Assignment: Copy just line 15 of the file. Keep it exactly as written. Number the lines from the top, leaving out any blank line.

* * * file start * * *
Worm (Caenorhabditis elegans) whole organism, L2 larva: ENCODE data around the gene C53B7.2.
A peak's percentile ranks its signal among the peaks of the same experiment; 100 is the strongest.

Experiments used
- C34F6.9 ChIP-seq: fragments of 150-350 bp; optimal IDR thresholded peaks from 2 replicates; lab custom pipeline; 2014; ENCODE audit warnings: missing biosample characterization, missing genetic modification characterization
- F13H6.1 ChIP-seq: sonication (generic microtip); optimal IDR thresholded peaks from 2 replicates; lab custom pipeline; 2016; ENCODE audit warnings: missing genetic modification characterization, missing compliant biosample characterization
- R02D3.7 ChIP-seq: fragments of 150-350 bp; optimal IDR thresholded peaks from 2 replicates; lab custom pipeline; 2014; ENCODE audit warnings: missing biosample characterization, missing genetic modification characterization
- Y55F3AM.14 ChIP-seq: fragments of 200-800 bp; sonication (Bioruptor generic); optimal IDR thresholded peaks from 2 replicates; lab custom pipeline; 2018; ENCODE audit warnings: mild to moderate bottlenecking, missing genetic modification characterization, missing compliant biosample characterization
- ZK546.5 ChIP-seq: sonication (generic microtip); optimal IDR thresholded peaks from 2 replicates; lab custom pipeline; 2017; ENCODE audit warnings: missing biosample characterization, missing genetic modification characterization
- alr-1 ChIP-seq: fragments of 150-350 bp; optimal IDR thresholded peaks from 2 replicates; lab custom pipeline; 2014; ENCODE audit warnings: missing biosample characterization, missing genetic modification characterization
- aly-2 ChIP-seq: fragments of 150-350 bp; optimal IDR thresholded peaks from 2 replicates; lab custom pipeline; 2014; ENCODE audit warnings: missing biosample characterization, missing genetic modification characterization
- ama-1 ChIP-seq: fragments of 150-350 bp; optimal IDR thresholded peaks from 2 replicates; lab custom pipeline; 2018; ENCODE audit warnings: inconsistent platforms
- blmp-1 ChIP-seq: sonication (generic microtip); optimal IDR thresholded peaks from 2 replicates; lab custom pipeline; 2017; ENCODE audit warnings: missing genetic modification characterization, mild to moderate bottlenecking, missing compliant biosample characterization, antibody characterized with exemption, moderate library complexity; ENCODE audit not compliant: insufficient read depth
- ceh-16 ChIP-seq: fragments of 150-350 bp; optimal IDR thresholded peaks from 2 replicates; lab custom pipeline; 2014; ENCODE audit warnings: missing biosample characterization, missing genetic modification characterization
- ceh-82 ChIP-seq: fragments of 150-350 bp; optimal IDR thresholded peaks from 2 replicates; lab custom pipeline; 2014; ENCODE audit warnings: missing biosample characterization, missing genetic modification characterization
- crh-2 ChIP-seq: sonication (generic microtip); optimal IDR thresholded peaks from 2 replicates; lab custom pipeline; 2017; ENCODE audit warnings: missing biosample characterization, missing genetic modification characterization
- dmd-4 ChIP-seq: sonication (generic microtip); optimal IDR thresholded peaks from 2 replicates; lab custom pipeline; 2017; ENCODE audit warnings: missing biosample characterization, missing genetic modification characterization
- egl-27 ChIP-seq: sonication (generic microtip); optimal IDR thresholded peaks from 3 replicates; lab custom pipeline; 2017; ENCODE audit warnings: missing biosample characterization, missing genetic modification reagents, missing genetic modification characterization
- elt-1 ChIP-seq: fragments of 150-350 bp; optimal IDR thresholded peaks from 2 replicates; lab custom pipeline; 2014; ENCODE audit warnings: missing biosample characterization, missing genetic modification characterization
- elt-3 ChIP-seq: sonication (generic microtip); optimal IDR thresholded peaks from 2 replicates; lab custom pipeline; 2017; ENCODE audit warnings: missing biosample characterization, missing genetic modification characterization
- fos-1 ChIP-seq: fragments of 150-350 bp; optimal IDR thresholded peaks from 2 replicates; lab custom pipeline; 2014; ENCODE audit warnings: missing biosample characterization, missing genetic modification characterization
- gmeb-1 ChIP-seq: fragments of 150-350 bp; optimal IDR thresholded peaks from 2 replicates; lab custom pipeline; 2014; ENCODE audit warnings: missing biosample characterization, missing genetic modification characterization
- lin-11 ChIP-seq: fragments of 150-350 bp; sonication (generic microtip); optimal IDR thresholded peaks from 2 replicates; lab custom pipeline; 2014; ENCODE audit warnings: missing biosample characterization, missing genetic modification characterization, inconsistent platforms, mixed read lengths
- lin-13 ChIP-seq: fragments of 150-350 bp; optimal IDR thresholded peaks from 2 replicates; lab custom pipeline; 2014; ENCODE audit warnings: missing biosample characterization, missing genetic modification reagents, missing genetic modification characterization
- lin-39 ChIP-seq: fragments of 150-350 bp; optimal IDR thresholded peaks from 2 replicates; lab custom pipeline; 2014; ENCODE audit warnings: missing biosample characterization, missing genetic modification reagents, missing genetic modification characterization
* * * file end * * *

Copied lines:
- crh-2 ChIP-seq: sonication (generic microtip); optimal IDR thresholded peaks from 2 replicates; lab custom pipeline; 2017; ENCODE audit warnings: missing biosample characterization, missing genetic modification characterization